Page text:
Curious Trends

08/01/2011

Teenage diary readings


The curious trend whereby people read old diaries from their adolescence whilst standing on a stage in front of an audience started in the United States in 2005. In the past few years similar events have been hosted in London. The trend has sparked growing interest, inspiring dedicated books, websites, video channels and even a BBC Radio 4 programme called My Teenage Diary.


The trend probably began with the Hollywood stage show called Mortified, which featured adults reading aloud from diaries, letters and poems they’d composed as teenagers in front of an audience of strangers.

Mortified was created by Dave Nadelberg, who re-discovered an embarrassing love letter he wrote to a high school classmate and decided to read the letter to some of his friends. "I went home one year and dug up this old box," he remembers. "Inside was this horrific, embarrassing, mortifying letter written to a girl. It was a draft of a love letter. I saw a window into this kid's life, what it's like to hear someone come totally unhinged. It's so squirm-inducing because you feel so bad for him. Except I had the realization that that idiot was me."

Initially run in Los Angeles, the stage show included quite a lot of actors and writers. However, shows have now started up all over the States (and even in Malmo, Sweden), for which auditions are held to choose performers wishing to be humiliated in public.

Nadelberg belives that presenting one’s childhood ineptitudes to an audience is cathartic, entertaining and, above all, very funny.

The guidelines for participants are as follows:

1) Material is collected through open calls for participants found at getmortified.com
2) Material includes any writing, art, or media created before the age of 21
3) Material must be presented by its original author
4) Material is screened by Mortified producers to help authors select excerpts that reveal unique personal themes and narratives
5) Material must retain the original wording; language only altered to protect the innocent, awkward or angsty

Though Nadelberg and co-producer, Neil Katcher, don't write any of the material, there’s is an editing process to ensure the dialogue holds the audience’s attention and keeps them in stitches as well. "Though the idea is deceptively simple, we are in no way an open-mike, teen-diary free-for-all," says Nadelberg in an interview with Kevin Raub for americanway. "And while our show is certainly not rocket science, there is a lot going on behind the scenes in terms of shaping each piece for the stage. We craft each piece into unique autobiographical tales that we call a 'diagraphy.' It's a very odd transformation process -- comedic, cathartic, and creepily voyeuristic."



A similar venture called Cringe also started in Freddy’s Bar in Brooklyn, New York in 2005. This was the brainchild of Sarah Brown, who found her teenage diaries when she was moving house.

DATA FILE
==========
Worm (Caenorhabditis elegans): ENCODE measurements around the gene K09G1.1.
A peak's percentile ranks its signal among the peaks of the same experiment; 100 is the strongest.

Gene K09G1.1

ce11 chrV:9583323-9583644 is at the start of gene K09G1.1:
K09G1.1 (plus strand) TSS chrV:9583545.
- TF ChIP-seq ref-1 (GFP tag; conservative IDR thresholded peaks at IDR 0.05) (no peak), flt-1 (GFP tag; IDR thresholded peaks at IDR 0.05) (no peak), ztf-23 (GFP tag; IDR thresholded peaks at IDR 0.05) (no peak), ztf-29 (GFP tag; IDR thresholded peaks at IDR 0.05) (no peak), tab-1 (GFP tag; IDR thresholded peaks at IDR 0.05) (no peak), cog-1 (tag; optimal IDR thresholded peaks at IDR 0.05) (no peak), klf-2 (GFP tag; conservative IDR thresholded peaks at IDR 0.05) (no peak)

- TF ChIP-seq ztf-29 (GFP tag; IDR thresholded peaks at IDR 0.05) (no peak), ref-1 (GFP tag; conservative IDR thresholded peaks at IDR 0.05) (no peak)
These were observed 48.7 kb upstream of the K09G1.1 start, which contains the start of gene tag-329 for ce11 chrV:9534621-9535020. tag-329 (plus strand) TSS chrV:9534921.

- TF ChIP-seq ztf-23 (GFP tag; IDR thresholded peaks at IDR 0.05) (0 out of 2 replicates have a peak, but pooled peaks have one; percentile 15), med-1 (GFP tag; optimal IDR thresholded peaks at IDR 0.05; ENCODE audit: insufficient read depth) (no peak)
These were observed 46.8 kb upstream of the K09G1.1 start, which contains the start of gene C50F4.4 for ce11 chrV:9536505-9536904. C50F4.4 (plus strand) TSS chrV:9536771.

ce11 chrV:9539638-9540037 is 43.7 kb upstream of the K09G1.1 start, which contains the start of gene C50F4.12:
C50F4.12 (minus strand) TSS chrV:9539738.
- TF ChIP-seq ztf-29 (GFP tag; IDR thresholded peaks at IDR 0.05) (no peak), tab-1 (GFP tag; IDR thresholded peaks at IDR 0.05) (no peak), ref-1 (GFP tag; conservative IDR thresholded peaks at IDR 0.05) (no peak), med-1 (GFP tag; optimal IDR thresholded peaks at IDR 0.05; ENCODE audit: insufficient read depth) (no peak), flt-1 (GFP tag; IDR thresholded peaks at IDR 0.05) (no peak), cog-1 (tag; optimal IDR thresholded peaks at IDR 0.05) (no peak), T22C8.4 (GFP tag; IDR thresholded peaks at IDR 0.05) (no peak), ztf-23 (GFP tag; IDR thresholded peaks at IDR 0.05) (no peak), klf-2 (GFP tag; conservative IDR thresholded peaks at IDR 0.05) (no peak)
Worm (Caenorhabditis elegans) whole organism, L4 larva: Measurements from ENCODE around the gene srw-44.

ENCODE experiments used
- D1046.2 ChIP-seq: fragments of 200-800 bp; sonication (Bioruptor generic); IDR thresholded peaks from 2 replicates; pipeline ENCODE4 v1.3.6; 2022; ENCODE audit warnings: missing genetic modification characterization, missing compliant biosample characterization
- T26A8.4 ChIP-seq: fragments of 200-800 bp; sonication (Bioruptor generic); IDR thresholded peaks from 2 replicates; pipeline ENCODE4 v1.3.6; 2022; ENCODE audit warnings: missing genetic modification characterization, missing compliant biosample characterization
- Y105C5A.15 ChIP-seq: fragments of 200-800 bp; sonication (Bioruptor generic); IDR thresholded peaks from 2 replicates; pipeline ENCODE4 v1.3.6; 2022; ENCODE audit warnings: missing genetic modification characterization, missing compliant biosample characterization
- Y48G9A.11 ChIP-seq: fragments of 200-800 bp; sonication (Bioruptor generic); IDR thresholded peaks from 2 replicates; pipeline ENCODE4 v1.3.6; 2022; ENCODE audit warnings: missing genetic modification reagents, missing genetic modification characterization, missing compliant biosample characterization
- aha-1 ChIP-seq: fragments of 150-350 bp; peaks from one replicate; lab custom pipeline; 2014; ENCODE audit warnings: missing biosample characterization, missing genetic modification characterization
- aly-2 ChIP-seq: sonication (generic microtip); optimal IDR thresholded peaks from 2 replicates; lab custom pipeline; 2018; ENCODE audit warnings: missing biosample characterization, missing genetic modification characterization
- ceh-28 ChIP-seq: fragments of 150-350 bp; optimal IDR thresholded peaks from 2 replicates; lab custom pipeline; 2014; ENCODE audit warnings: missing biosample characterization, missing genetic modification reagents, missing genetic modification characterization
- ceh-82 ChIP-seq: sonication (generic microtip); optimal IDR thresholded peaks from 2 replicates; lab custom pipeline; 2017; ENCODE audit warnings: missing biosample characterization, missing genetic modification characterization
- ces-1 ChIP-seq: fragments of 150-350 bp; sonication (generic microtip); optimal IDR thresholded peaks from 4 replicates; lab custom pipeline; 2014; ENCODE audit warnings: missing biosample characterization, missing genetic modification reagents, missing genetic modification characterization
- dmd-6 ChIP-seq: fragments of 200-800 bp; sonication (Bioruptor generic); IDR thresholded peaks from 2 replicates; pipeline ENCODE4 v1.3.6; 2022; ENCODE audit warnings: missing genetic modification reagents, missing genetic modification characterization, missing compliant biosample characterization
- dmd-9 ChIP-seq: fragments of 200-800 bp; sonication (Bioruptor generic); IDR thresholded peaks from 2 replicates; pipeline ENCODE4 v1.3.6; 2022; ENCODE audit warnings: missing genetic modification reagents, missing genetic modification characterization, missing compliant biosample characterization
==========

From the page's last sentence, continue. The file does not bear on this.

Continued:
"I realised they were so awful that I had to get someone to witness how bad they were," she says. "I showed them to a friend and then thought, 'Why not share them with others?'"

So she took over the back room of her local bar, with just friends and colleagues as the audience. Cringe quickly became a regular event and Brown has now collected some of the best readings in a book: Cringe: Toe-Curlingly Embarrassing Teenage Diaries, Letters and Bad Poetry.

Whilst on vacation in London, Sarah ran a Cringe session in June 2007 in the basement of the Foundry in Shoreditch. This resulted in a London-based version with regular cringe-worthy diary readings.

Meanwhile, there have now been two series of BBC Radio 4’s My Teenage Diary, described as: An 'intimate BBC radio comedy show' in which Rufus Hound gave comedians the chance to revisit their formative years by dusting off and reading out in public "their hormone-fuelled angst-ridden diaries".

The guests on this show are well known as actors and/or media personalities. Before they begin, the performer puts their diary excerpt into context by recounting the backround to their story and revealing how old they were when the extract was written, what year it happened and why it makes them cringe. The series has a strong biographical element, unearthing hidden gems from the guest's life and revealing intimate details of their teenage experiences and personality. Unfortunately, this show comes across as being overly pre-rehearsed, unlike the more authentically angst ridden and embarrassing Cringe.

Salon of Shame invites enthusiastic participants to set up their own local diary-reading events.

Coming next? Watch out for the public airing of teenage diaries on television…

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